Turning to the assistant on the left he says: "I will begin at the top, and taking off these cards one at a time lay them face down on the table. When you call out Stop, I will take the card that happens to be the top one." The performer begins to deal the cards, but by means of the second deal he keeps number three always on top. When the command to stop is heard the performer hands the packet to the assistant and asks him to take the top card. "Let all see what it is. Number three! Then that number of cards I will pass from the envelope in your pocket to the envelope in this gentleman's pocket."

Touching the gentleman's pocket with the tip of his wand he commands a card to "Go!" This he repeats twice.

Turning to the assistant on his left, the performer says: "You selected number three. You had seventeen in your pocket, but as three have gone you now have only fourteen. While you, sir, "turning to the other assistant, "if you will count your cards, will find that you have eighteen instead of fifteen."

The cards are counted by the two assistants, the performer not laying a finger on them, and found to be exactly as was foretold.

While this form of the trick calls for some skill on the part of the performer it also calls forth much applause.

A Second Method.—In this form of the trick three mentally selected cards are passed from one packet to another.

The performer asks some one of the audience to assist him. This assistant he places at the right of the table, and hands him a pack of cards, with the request that he shuffle it.

When the cards are thoroughly mixed the pack is divided in two. Each packet is counted and the assistant is asked to put one into his pocket.

Picking up the other heap and taking five cards from it, the performer asks one of the audience to think of one card as he calls out the names of the five. Then taking five more he repeats this procedure with another of the audience and again with a third person by calling out the rest of the cards, so that the same card may not be thought of by more than one person. Finally, the entire packet is handed to the person who thought of the first card, and at the same time the performer commands the three cards that are thought of to leave the packet and join the cards which the assistant has in his pocket.

The man in the audience who holds the second packet of cards is requested to count it, and on complying he reports that there are three less than when first counted. The assistant at the table is asked to count his cards, and doing so finds three more than when he put them in his pocket.

To prove that the thought-of cards have really left the second packet, the persons who selected them are unable to find them in the packet.

When the assistant at the table examines his packet, the missing cards are found in it.

For this trick a pack is used that has been trimmed to taper, so that all the cards are narrower at one end than at the other. The pack is known to conjurers as a biseauté pack, a word which the French dictionary tells us means beveled. Such a pack may be bought from any dealer in conjuring goods.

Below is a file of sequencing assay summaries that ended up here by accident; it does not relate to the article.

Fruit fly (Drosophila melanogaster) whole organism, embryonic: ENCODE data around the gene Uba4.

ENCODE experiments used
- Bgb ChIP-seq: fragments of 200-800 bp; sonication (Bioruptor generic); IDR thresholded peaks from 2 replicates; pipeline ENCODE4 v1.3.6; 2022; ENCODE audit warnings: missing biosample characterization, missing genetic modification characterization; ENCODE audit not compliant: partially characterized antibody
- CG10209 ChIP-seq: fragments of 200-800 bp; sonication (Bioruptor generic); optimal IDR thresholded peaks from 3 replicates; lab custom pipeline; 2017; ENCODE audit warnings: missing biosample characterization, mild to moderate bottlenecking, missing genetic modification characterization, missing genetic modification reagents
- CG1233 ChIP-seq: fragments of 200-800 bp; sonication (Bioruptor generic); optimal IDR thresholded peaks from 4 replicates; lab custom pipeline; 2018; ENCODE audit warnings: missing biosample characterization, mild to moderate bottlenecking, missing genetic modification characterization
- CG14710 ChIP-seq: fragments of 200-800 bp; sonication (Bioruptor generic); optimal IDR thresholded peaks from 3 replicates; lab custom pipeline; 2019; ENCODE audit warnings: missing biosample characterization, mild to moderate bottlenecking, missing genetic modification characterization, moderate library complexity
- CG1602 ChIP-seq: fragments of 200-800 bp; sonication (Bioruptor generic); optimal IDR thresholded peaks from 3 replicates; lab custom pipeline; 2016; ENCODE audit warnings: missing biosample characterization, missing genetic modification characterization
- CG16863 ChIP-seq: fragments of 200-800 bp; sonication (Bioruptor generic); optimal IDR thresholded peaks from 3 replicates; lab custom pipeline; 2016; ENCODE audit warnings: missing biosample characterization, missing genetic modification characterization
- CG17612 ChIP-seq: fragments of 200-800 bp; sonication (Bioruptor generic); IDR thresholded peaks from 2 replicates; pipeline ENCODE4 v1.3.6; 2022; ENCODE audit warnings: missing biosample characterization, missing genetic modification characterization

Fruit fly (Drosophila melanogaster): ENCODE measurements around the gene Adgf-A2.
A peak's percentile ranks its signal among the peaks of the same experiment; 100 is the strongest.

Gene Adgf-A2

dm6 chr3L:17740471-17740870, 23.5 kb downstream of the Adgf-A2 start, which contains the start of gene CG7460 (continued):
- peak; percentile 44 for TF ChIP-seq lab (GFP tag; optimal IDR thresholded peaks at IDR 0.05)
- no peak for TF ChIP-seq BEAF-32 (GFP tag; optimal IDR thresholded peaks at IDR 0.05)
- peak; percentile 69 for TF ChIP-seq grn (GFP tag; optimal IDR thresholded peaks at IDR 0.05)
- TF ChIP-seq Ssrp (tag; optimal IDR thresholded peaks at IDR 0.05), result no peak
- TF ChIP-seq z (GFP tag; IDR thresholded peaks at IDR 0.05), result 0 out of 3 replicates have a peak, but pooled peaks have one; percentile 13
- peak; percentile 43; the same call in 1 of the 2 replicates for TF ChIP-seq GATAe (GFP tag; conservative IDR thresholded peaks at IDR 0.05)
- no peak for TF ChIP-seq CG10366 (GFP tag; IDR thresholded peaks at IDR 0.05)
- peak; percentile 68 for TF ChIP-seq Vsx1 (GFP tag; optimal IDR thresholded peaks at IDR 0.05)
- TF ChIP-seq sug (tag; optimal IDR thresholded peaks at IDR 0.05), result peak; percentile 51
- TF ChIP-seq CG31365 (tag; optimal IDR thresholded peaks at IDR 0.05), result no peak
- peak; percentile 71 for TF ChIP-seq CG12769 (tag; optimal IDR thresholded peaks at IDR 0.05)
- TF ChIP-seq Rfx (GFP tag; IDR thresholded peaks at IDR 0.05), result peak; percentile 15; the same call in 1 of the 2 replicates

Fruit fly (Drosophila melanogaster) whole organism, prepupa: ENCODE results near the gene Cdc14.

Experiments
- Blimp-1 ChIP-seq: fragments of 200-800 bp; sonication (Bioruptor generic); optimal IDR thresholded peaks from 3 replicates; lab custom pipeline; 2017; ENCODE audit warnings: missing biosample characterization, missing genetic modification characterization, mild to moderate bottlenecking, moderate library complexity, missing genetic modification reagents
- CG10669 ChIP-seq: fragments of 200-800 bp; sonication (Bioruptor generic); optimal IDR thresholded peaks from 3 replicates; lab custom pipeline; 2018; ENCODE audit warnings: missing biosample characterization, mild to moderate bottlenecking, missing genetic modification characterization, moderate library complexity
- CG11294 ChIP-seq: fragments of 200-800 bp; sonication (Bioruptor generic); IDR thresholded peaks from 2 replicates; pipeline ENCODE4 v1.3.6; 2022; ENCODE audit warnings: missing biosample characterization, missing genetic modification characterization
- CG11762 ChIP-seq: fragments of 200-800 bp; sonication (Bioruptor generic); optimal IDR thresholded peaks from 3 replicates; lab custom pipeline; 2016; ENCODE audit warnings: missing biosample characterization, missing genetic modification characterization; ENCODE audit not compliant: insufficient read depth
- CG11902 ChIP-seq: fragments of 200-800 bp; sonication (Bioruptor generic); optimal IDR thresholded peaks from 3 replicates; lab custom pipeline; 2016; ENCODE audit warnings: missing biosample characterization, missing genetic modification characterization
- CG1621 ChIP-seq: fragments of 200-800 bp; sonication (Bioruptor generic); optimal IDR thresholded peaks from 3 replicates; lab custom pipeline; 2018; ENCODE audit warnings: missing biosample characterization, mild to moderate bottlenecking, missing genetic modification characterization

A euchre pack is best for this trick. The cards are arranged in a certain order known to the performer, as, for example, the following:

TABLE ATABLE B
King of SpadesKing of Clubs
Ten of HeartsTen of Diamonds
Eight of ClubsEight of Spades
Nine of DiamondsNine of Hearts
Jack of SpadesJack of Clubs
Ace of HeartsAce of Diamonds
Seven of ClubsSeven of Spades
Queen of DiamondsQueen of Hearts
King of DiamondsKing of Hearts
Ten of SpadesTen of Clubs
Eight of HeartsEight of Diamonds
Nine of ClubsNine of Spades
Jack of DiamondsJack of Hearts
Ace of SpadesAce of Clubs
Seven of HeartsSeven of Diamonds
Queen of ClubsQueen of Spades

To prepare for the trick the pack is divided in two equal packets; one containing the cards in Table A, the other, those in Table B. The packets are placed together with the narrow ends of the cards in opposite directions. No matter how often the pack is shuffled the two packets may be separated by holding the pack in the middle between the hands, the thumbs on one side and the fingers on the other, and drawing the cards apart.

When the assistant has shuffled the pack the performer divides it, as explained, and adds secretly to the packet which the assistant chooses and counts three cards which he holds palmed in his right hand, in the manner described in the first method of doing the trick. These cards must be entirely different from those in either packet, say, two "fives," of different suits, and one "six." In this way there is no danger that any duplicates may be found later.

The cards that are called out by the performer for the three people to select from are not those he has in his hands but are the names of some that are in the assistant's pocket.

While going toward the person who thought of the first card, in order to hand him the second packet, the performer quietly palms three cards, which he gets rid of as soon as may be, by dropping them in his pocket or disposing of them in any way that suits his convenience.

The trick then proceeds as already described.